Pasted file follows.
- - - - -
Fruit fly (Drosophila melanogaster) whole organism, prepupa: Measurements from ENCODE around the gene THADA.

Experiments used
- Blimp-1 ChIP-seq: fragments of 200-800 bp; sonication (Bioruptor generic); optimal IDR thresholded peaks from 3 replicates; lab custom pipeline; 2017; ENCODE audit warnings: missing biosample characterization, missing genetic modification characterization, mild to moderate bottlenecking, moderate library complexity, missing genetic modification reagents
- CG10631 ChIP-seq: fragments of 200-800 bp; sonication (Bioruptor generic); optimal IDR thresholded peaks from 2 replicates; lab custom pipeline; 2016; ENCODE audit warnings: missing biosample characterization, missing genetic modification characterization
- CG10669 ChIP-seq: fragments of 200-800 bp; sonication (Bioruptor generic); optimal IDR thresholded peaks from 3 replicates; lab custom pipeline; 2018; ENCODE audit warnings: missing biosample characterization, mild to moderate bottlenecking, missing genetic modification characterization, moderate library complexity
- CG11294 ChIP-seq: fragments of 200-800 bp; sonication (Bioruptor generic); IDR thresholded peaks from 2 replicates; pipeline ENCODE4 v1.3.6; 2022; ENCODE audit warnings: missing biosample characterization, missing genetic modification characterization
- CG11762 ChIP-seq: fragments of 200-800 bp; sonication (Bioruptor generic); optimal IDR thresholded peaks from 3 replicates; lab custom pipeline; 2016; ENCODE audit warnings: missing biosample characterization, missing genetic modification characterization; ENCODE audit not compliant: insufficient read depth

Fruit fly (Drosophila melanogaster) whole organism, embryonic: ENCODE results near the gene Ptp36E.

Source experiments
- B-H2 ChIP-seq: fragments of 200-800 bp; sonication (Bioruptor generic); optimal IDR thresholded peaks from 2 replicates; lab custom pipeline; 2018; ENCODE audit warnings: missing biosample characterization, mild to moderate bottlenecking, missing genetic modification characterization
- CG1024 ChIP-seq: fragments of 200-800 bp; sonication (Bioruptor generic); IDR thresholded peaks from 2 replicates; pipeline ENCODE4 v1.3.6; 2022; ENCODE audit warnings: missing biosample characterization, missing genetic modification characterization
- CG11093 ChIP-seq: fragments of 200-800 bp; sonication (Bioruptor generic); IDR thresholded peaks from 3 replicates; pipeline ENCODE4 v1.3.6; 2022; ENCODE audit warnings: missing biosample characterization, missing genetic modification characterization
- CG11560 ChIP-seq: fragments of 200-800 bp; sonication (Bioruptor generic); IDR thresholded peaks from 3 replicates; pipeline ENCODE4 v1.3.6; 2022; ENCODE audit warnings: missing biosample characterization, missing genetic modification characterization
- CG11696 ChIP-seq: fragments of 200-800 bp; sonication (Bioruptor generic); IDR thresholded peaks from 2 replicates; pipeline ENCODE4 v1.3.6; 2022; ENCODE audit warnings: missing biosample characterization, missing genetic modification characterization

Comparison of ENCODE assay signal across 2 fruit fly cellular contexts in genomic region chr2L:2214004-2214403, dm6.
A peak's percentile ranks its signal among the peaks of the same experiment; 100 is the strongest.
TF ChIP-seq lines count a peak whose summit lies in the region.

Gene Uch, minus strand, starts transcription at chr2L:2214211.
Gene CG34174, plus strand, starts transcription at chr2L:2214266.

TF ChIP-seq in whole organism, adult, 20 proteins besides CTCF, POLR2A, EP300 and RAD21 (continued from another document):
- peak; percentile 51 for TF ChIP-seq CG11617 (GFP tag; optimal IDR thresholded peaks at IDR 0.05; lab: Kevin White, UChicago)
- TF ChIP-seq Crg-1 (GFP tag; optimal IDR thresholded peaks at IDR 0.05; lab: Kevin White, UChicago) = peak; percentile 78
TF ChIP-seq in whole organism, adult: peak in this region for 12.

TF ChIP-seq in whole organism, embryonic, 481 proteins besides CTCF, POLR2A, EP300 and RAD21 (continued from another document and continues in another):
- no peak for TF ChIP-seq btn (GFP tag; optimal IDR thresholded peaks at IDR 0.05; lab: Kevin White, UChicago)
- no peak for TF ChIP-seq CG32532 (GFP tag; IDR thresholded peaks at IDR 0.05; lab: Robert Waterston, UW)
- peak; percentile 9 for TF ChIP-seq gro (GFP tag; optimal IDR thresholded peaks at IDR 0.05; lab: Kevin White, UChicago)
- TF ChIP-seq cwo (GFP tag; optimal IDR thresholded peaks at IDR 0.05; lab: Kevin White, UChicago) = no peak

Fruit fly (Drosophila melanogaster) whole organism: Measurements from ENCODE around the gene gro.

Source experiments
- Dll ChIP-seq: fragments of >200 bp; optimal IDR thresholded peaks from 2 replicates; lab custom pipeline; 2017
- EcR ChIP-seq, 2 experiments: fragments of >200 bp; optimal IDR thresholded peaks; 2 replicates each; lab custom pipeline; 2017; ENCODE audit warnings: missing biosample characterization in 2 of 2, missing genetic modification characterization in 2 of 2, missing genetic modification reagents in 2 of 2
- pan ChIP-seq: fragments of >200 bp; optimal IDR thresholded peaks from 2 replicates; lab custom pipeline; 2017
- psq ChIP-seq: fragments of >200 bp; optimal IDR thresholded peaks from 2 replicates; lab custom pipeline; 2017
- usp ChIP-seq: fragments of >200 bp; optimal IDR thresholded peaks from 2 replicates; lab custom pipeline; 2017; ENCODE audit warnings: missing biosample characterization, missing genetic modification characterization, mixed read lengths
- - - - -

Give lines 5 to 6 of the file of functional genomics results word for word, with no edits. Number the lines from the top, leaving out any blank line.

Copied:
- CG10669 ChIP-seq: fragments of 200-800 bp; sonication (Bioruptor generic); optimal IDR thresholded peaks from 3 replicates; lab custom pipeline; 2018; ENCODE audit warnings: missing biosample characterization, mild to moderate bottlenecking, missing genetic modification characterization, moderate library complexity
- CG11294 ChIP-seq: fragments of 200-800 bp; sonication (Bioruptor generic); IDR thresholded peaks from 2 replicates; pipeline ENCODE4 v1.3.6; 2022; ENCODE audit warnings: missing biosample characterization, missing genetic modification characterization